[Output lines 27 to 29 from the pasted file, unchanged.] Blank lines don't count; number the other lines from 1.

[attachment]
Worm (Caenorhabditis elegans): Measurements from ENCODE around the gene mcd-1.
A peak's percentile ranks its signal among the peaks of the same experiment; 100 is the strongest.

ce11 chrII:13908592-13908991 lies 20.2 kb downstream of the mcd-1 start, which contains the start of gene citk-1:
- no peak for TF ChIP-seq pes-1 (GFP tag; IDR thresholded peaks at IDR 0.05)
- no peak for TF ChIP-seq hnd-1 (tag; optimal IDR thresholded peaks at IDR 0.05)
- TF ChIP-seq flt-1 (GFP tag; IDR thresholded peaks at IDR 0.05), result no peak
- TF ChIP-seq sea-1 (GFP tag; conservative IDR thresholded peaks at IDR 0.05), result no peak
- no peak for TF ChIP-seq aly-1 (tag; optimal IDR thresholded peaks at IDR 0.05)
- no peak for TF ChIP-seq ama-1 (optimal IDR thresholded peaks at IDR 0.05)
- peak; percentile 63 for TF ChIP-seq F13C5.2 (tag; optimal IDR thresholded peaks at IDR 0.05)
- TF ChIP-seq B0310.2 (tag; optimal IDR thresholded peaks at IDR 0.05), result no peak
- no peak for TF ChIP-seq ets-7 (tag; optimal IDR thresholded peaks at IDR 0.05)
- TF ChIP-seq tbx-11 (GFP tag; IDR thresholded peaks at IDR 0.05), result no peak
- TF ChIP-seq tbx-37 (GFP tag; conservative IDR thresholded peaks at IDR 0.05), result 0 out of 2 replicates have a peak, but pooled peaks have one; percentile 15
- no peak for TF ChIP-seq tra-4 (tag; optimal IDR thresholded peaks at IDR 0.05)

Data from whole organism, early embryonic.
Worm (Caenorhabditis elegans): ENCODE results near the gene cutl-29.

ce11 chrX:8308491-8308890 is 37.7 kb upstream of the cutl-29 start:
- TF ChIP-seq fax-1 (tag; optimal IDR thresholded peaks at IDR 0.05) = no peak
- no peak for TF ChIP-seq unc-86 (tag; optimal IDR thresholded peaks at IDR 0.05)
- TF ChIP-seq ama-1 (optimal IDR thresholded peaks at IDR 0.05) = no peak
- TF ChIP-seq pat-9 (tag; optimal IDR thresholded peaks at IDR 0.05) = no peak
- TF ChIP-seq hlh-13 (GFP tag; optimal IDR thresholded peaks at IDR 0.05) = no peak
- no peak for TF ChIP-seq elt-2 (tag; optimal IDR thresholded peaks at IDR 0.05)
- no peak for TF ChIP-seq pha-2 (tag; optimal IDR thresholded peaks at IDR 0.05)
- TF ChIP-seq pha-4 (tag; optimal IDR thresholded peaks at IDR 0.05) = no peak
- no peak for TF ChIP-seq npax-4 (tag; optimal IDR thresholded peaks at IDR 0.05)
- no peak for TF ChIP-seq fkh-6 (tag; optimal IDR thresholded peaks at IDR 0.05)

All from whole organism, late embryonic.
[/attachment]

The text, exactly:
- no peak for TF ChIP-seq npax-4 (tag; optimal IDR thresholded peaks at IDR 0.05)
- no peak for TF ChIP-seq fkh-6 (tag; optimal IDR thresholded peaks at IDR 0.05)

All from whole organism, late embryonic.